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Weekly News Digest for October 7th, 2022

Updated: Oct 11, 2022

Compiled by Aalia Garrett, Niamh Dempsey, Trinity Gates, Sara Anis Ali, Zoe Shepherd, Riley Mied, Shekina Shindano

Edited by Stephanie Cannon and Austin Myhre

Asia and the Pacific

North Korea Launches Ballistic Missile Over Japan

For the first time in five years, North Korea has fired a ballistic missile over Japan without warning. The missile launch triggered alerts across Japan that advised citizens to seek shelter. In response, both the United States and South Korea issued joint bombing drills in an effort that Seoul’s Joint Chiefs of Staff described as an attempt to demonstrate the allies’ “capabilities to conduct a precision strike at the origin of provocations.” The last time that a North Korean missile flew over Japan was in 2017, during a period of high tensions between the U.S. and North Korea under the Trump Administration.

At present, North Korea is strictly prohibited from testing ballistic and nuclear weapons by the United Nations. Additionally, flying missiles toward or over other countries without pre-warning or consultation breaches international norms. The missile’s flight lasted approximately 2,800 miles, which is a range that could have reached the U.S. island territory of Guam and is believed to have landed somewhere in the Pacific Ocean. Analysts believe that the missile was the Hwasong-12, an intermediate-range ballistic missile (IRBM) last tested in January. According to Japan’s defense ministry, North Korea has already launched thirty-six missiles this year.

Widespread Blackouts in Bangladesh Leave Millions Without Power

At least 130 million people in Bangladesh were left without power on Tuesday after a grid failure caused widespread blackouts across 75-80 percent of the country. These blackouts are one of many power cuts this year, as Bangladesh and other developing economies have struggled to secure affordable energy supplies amidst the conflict between Russia and Ukraine, which has led to rising import prices.

Since imported natural gas accounts for nearly three-quarters of the country’s electricity, the Bangladeshi government’s inability to address growing demands for power have culminated in many similar incidents of outages. This particular blackout resulted in many shopping malls within the capital city, Dhaka, to close early on Tuesday evening. Meanwhile, citizens gathered in masses to collect diesel fuel for standby generators, and businesses were left to operate in candlelight. The blackout started at 2:00 pm and lasted for nearly seven hours before being fully restored at 9:00 pm.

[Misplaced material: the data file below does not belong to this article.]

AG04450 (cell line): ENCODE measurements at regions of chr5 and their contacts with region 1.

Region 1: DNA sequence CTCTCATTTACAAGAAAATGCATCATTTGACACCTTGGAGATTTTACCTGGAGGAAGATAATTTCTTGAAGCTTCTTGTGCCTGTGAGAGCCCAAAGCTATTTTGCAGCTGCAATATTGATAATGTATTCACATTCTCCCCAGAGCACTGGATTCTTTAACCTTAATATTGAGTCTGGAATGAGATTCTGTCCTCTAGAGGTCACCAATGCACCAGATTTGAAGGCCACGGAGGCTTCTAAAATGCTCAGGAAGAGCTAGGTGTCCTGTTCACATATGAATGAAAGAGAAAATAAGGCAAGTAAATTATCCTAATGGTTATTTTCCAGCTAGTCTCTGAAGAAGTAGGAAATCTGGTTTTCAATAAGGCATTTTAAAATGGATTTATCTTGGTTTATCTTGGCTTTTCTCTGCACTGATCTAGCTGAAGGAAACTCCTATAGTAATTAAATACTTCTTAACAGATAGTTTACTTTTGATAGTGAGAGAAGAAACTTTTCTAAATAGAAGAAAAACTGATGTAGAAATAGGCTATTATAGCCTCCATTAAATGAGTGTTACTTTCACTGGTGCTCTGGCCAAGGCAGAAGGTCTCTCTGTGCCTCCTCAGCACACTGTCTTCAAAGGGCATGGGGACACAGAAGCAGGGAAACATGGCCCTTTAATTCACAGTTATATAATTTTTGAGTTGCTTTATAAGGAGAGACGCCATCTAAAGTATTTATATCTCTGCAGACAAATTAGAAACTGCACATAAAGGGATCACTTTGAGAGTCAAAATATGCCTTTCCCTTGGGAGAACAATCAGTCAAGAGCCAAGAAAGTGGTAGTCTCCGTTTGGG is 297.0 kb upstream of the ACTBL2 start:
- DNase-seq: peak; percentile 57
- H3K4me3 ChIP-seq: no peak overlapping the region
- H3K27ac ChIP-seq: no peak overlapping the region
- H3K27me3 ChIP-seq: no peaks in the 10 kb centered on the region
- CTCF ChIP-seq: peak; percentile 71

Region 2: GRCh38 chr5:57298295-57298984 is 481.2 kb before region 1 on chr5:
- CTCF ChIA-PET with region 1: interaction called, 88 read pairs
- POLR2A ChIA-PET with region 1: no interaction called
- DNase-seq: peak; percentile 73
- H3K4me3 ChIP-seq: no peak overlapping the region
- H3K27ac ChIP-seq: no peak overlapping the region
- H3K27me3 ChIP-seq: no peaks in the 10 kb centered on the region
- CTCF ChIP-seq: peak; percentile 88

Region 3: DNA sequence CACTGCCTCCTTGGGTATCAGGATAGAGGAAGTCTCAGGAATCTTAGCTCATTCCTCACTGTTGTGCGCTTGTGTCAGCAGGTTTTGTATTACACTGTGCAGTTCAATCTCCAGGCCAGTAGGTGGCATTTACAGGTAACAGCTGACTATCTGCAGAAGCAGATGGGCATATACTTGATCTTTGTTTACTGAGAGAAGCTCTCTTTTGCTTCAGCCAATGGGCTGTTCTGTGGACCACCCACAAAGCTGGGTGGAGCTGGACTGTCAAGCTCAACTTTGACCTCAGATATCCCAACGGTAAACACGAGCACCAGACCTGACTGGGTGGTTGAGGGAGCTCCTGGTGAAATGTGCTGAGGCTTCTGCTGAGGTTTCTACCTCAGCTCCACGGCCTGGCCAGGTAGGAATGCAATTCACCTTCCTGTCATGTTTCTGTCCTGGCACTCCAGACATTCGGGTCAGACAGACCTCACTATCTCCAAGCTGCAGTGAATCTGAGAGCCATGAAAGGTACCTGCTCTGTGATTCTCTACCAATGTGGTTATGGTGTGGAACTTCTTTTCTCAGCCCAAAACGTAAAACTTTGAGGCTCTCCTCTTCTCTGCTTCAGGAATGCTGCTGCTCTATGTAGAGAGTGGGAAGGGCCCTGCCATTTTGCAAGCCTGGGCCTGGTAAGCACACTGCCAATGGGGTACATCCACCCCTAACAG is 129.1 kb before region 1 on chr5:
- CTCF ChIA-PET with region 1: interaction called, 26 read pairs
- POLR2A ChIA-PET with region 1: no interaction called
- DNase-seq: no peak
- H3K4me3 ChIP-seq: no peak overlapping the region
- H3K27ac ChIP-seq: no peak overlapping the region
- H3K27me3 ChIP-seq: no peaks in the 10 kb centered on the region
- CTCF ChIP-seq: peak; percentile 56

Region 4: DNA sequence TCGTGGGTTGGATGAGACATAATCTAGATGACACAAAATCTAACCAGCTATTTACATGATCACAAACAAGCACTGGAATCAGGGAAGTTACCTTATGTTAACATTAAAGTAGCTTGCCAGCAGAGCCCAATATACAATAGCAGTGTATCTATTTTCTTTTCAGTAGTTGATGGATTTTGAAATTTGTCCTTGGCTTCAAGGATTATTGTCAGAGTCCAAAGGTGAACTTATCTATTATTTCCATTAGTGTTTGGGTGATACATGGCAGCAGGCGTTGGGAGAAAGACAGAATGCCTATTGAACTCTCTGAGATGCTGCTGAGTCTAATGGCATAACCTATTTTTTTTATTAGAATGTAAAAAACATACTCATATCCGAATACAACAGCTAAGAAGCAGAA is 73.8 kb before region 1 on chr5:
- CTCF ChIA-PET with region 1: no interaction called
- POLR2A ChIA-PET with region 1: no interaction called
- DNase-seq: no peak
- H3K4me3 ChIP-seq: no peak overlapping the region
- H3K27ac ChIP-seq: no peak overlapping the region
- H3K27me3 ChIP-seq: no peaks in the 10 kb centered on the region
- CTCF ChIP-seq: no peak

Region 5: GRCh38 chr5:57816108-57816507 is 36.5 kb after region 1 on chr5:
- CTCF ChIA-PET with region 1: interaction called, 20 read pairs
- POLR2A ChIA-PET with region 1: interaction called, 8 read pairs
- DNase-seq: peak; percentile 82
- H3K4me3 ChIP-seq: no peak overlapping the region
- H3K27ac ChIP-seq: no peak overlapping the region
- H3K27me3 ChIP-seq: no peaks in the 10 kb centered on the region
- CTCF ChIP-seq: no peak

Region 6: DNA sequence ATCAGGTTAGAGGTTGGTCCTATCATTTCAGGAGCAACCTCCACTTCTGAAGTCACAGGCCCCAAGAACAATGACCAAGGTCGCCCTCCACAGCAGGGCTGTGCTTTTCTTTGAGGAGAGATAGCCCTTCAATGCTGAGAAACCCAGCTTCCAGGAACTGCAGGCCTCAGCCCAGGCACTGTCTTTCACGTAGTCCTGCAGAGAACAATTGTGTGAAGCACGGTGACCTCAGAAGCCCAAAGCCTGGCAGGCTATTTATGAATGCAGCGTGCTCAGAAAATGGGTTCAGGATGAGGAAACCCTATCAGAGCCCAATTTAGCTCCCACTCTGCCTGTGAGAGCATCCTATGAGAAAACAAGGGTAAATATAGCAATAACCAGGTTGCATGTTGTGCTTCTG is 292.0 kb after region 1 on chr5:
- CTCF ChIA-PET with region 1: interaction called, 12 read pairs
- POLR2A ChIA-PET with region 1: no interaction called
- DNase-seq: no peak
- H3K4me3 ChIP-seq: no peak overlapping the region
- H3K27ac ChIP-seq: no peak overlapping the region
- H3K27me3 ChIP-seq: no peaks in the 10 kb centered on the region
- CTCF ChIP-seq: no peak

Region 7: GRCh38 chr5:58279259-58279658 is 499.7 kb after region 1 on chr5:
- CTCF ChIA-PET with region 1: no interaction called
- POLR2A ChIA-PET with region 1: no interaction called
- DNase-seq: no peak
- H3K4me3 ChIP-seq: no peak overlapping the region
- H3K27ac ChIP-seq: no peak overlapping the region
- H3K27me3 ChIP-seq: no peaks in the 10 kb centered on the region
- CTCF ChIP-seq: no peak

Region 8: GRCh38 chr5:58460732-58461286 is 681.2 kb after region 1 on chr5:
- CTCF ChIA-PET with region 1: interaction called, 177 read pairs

Central America and the Caribbean

New Hurricane Develops in The Caribbean

A new hurricane is predicted to develop in the Caribbean this week, only five days after Hurricane Ian devastated the Caribbean and the southern United States. The tropical disturbance, to be named Julia, was detected in the Caribbean Sea and is predicted to gain strength and develop into a hurricane by early next week. Many Caribbean islands are still recovering from the extensive devastation caused by Hurricanes Fiona and Ian. In the aftermath of the storm, Cubans took to the streets to protest the slow government response to the islandwide power outages. Cuba was able to restore power to most of the island by Monday, but after over a week without power, many Puerto Ricans are still faced with shortages in food, water, medicine, and fuel.

Puerto Ricans were still recovering from the devastating Hurricane Maria in 2017 when Hurricane Fiona hit the island two weeks ago. Hurricane Maria destroyed Puerto Rico’s energy sector and electrical transmission networks and incapacitated the island’s infrastructure as a whole. United States President Joe Biden visited Puerto Rico on Monday to examine the recent damage caused by Hurricane Fiona. He also met with families impacted by the storm and pledged to support Puerto Ricans in their recovery efforts. “We came here in person to show that we’re with you - all of America is with you - as you receive and recover and rebuild,” said President Biden.

Biden also announced that $60 million in federal funding will be used in Puerto Rico. However, over 100,000 Puerto Ricans are still without power, leaving many skeptical of President Biden’s promises. The new tropical disturbance announced this week has already caused flooding in Trinidad and Tobago on Wednesday as it travels through the Caribbean along the northern edge of mainland South America. Accuweather warned that the storm could have a direct impact on Central America after it moves through the Caribbean Sea and could strengthen into a hurricane this week.

Protests in Haiti Escalate as Gas Prices Rise